(Unregistered commenter)

I am always surprised at the threats offered by the power brokers…I.E. Washington DC. “You’ll not be able to send your kids to college”, “You won’t be able to buy a car” “You’ll lose your Job” . This is in fact obscene. Let it burn! (and I have a pension)....you see, the supposed money you own is an illusion. If someone is telling you that your well being can’t be sustained unless their well being is….they are lying to you. This is America’s best time and chance to take their lives back from the greed of international bankers and those who have sold America and the world into global slavery. I say Let it burn! Rescue the battered people of this country who have worked so hard and lost so much….The people will rebuild the value of the country when we all have a “real” investment in it.

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By Big B, September 29, 2008 at 7:35 pm Link to this comment

Only if we cleanse ourselves of debt will this nation ever stand a chance of reversing what appears to be our inevitable downfall.

Let wall street fail.

If we continue to print money we will never achieve the kind of future prosperity that we will need to pay for printing money now. We are already two full generations behind in paying off our debts. if we keep going down this track(and keep in mind folks, this is just the tip of the iceberg, the boomers will retire soon and dump all of their stocks in order to get some value out of their 401K’s. Who will be their to buy those stocks? especially after having to bail out even more banks, and the auto industry, and the airlines?) we will be a large third world nation with a lot of cheap real estate laying around and worthless currency to wipe our asses with.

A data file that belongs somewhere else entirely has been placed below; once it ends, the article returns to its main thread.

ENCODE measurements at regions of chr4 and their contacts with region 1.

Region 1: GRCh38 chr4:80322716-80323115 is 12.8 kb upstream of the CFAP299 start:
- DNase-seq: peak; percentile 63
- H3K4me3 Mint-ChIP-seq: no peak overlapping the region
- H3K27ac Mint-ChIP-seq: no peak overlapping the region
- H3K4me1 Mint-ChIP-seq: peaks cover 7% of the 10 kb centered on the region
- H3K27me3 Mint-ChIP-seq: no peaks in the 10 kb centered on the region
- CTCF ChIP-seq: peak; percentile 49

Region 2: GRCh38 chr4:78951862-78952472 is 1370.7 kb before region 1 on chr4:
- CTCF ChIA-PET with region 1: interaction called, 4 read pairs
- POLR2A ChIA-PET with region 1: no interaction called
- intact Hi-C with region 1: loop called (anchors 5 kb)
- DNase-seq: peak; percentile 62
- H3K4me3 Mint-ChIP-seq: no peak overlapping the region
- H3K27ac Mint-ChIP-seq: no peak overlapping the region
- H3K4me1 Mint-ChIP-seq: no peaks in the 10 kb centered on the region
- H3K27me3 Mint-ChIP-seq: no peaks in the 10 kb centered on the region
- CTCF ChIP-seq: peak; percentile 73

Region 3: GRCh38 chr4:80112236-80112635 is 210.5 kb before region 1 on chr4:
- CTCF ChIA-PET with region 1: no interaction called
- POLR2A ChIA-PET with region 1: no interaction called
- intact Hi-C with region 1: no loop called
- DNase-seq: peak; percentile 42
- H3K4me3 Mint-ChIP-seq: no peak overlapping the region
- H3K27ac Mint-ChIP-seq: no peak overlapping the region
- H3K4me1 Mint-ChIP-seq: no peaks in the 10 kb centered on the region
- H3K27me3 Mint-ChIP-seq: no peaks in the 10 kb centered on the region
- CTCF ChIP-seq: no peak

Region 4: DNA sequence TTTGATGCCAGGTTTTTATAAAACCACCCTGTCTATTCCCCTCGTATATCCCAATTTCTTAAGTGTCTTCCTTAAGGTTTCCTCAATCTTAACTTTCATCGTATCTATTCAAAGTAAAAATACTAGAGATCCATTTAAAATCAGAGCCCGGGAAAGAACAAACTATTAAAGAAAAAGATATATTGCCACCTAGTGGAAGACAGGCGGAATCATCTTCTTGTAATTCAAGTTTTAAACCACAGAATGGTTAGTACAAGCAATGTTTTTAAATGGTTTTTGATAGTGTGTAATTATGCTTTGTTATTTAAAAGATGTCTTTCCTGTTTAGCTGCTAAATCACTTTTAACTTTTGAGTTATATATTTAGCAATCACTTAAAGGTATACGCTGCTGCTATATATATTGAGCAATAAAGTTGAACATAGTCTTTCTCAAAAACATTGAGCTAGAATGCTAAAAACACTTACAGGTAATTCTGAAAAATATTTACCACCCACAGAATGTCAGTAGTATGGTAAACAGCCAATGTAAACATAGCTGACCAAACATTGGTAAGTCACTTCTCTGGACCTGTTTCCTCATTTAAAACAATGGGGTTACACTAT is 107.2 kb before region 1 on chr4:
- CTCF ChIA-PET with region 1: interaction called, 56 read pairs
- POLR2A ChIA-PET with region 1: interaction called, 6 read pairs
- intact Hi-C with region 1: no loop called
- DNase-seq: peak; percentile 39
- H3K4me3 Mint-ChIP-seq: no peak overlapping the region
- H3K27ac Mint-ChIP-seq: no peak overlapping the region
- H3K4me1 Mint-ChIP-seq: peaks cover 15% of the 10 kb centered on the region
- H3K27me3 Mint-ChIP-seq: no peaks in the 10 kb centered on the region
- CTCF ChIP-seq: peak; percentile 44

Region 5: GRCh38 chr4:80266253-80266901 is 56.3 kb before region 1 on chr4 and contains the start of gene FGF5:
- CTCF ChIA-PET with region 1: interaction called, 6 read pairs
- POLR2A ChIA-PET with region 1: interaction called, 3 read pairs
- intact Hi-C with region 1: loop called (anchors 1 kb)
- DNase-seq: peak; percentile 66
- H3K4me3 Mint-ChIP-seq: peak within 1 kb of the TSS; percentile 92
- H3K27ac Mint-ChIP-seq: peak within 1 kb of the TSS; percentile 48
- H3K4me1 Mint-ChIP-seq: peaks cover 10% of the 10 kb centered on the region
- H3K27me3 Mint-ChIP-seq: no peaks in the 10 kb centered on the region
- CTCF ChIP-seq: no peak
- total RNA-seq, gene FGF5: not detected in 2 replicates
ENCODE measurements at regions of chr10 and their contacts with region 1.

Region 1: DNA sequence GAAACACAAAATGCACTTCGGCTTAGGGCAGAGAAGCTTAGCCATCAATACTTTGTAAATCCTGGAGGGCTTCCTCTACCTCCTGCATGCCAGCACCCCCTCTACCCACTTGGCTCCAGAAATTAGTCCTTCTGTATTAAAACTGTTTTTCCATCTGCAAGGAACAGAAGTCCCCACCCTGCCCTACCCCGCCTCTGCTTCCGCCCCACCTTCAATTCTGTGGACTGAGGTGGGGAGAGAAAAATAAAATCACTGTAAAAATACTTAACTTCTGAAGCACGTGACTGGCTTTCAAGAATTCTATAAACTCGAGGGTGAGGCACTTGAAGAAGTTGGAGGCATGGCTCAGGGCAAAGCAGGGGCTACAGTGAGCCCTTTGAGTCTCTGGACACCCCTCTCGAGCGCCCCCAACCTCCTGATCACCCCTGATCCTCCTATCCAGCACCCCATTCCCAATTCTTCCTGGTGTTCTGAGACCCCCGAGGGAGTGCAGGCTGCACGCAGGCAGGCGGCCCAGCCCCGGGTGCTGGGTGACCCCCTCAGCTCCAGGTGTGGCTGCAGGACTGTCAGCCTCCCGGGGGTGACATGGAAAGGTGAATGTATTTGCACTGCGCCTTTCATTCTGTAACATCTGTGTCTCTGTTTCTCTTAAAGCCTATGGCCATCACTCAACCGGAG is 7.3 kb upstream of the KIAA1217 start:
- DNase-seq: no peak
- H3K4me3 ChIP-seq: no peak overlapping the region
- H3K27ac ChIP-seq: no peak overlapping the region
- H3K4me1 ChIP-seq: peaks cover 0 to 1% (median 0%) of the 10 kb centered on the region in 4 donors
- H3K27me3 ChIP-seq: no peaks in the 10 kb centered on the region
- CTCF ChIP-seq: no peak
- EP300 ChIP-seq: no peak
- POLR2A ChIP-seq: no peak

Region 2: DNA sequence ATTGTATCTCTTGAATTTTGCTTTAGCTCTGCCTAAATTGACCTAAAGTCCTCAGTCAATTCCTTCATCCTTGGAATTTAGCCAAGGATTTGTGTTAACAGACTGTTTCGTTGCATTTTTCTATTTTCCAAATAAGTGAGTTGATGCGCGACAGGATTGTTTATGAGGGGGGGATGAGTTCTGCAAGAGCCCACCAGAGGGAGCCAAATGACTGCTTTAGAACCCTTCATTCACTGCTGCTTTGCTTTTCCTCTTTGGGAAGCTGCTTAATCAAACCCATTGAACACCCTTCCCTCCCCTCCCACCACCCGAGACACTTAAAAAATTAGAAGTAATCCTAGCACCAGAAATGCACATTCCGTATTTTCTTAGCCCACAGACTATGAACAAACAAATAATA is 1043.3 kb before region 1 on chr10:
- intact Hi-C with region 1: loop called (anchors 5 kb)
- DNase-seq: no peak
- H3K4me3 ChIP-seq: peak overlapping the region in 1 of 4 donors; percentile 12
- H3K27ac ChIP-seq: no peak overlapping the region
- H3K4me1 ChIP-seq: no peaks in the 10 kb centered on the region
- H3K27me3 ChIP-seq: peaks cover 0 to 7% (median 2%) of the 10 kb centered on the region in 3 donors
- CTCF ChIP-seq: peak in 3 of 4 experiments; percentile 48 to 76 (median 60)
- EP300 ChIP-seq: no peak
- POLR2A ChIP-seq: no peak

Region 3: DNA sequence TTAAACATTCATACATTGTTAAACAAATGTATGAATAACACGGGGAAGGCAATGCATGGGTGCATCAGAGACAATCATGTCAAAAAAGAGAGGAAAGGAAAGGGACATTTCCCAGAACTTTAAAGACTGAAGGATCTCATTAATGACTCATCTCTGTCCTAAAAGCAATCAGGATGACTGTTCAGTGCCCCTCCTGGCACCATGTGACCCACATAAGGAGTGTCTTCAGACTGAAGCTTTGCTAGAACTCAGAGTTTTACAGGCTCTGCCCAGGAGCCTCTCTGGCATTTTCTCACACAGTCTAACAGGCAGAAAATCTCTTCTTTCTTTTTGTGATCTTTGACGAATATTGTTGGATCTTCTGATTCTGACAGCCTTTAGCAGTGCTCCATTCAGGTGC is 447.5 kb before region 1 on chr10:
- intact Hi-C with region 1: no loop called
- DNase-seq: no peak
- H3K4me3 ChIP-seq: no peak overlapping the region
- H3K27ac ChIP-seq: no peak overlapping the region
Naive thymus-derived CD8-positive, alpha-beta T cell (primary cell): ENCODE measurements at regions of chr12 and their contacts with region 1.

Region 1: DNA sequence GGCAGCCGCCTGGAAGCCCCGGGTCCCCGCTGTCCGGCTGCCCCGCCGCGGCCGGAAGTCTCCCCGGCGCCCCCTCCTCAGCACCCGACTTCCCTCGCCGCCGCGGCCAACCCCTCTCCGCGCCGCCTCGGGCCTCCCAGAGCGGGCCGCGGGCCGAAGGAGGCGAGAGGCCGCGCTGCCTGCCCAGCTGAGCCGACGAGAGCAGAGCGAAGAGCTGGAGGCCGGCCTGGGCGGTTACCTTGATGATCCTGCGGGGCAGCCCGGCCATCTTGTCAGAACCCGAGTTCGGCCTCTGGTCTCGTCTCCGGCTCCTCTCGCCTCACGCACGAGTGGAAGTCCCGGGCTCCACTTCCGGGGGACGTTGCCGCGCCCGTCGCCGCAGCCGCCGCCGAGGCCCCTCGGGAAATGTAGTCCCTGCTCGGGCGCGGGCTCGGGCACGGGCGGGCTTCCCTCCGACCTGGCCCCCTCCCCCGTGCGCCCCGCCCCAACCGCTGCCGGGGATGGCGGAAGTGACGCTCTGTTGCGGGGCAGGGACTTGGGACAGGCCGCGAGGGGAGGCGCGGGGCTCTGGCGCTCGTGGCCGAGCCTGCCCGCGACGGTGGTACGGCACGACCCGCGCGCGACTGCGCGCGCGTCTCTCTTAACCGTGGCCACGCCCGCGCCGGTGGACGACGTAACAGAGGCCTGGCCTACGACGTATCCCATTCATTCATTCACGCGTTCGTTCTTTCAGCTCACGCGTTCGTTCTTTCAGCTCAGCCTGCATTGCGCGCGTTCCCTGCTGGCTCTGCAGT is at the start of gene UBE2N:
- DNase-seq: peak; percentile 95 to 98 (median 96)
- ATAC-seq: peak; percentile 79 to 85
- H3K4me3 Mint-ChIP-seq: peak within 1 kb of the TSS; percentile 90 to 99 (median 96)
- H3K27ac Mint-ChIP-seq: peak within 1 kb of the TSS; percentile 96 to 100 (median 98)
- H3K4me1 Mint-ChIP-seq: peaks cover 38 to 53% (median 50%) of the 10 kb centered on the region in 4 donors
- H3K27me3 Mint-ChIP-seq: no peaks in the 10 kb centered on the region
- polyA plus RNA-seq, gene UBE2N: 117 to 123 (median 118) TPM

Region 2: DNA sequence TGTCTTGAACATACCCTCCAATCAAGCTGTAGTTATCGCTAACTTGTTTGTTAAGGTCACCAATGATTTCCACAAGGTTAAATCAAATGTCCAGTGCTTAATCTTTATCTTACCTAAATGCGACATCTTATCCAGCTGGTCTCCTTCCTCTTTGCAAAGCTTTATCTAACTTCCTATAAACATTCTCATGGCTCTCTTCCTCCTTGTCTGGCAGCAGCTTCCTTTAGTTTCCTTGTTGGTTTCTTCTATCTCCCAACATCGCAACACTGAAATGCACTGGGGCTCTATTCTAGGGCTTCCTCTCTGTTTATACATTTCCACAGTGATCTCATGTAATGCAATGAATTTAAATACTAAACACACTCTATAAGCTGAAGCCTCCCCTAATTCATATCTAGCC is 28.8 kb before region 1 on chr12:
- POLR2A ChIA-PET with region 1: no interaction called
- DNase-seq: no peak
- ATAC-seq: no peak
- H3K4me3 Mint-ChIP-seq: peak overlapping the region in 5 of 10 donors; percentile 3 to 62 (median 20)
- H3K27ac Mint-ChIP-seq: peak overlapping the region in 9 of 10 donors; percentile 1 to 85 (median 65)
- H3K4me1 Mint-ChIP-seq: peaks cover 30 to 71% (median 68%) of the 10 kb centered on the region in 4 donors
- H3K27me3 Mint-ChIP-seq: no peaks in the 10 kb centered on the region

Yup, the Piper has come, and he’s going to break our fingers and our knees, and we will still owe him money.